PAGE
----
A man cooks his food along a sidewalk in Tondo district, Manila. EDD GUMBAN/FILE PHOTO
MANILA, Philippines – The country may have an impressive gross domestic product (GDP) in the first quarter, but an economic official believes that this growth is still about its impact to the poor.
The National Statistical Coordination Board (NSCB) revealed on Thursday that the Philippines’ GDP grew by 7.8 percent in the first three months, exceeding market and government expectations and beating Southeast Asian nations and even China.
But Socioeconomic Planning Sec. Arsenio Balisacan admitted that the issue is all about making the GDP growth inclusive.
“We know, however, that inclusive growth is not about averages, but about the lower part of the income distribution, namely, the poor,” said Balisacan, who is also the director-general of the National Economic and Development Authority (NEDA).
“On the other hand, we also know that growth is still the necessary condition for inclusive growth,” he added.
Malacanang said its goal is to ensure that the recent economic gains of the country are being felt by all.
“That is always the target; that nobody will be left behind,” said Deputy Presidential Spokesperson Abigail Valte.
“With the high numbers that we have, even with the boost in investor confidence, the rallies that you’ve been seeing in the stock market, ang importante po sa atin ay ‘yung maramdaman ng lahat [‘yung economic growth],” she added.
But Valte noted that the effects of these economic gains do not happen overnight.
The agency reported that poverty incidence was estimated at 27.9 percent during the said period or nearly three out of 10 Filipinos living below the poverty line.
“Comparing this with the 2006 and 2009 first semester figures estimated at 28.8 percent and 28.6 percent, respectively, poverty remained unchanged as the computed differences are not statistically significant,” the NSCB said.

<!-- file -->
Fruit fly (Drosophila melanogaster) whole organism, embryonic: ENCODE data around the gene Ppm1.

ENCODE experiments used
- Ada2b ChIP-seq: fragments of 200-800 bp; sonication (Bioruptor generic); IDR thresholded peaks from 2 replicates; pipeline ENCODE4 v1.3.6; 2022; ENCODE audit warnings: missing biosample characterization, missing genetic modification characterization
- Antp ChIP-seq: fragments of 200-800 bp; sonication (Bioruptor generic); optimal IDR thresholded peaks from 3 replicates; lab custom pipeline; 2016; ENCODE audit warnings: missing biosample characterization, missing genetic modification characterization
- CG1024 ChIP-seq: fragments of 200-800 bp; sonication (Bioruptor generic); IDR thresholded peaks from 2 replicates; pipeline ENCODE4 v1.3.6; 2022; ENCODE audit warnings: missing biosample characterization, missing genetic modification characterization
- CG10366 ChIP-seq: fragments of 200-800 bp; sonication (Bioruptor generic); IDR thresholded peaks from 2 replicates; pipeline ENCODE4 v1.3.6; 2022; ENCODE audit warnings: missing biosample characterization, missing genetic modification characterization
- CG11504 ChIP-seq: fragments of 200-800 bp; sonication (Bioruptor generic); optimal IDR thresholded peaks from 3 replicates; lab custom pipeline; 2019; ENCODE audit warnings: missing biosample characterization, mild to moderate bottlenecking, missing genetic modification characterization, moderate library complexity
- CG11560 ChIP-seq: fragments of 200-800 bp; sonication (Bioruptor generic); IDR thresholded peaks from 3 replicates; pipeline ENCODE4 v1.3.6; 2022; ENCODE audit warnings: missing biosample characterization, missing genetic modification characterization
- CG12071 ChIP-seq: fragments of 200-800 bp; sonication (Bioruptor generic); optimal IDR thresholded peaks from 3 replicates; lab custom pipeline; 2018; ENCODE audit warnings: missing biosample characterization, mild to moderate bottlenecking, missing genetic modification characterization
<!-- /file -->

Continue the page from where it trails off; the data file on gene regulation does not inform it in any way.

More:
It added that 22 out of 100 families were estimated to be poor in the first semester of 2012 while 13 in 100 Filipinos lived in extreme poverty in the same period.
Balisacan said a solution is to create the conditions for sustained growth in other sectors or areas with high growth potential and link the poor to these growth centers.
“The faster this can be done, the better it will be for the greater number of our people,” he said.
The NEDA chief stressed the need for job-generation, which he said remains a challenge for the Philippine economy.
“We will facilitate the improvement in labor productivity by investing in human capital and providing the capacity for the labor force to engage in higher value activities,” the Cabinet official said.
He said the government intends to focus the economy on priority sectors that are potential growth drivers and job-generators such as infrastructure, manufacturing, agriculture, tourism, logistics, business process outsourcing, information technology, ship building, housing, and the halal food industry.
Earlier this month, a Social Weather Stations survey revealed that the number of unemployed Filipinos rose by one million in the first quarter of the year.
The survey also placed the Philippine’s unemployment rate at 25.4 percent (about 11.1 million), up from 24.6 percent (estimated 10.1 million) in December.
Despite the conflicting figures in GDP growth, poverty and joblessness, Balisacan claimed that the government remains committed to maintaining economic stability and inclusive growth.
“We remain positive in our outlook and we will translate this into positive action to achieve inclusive growth. We hope that the private sector will maintain a positive outlook as well, and translate this into greater participation in the growth process,” said Balisacan.
“More than economic growth, however, the Aquino administration is focused on fostering inclusive growth. Since our administration took office, we have worked to drastically expand social safety nets to help the most vulnerable in our country,” added Deputy Presidential Spokesperson Abigail Valte.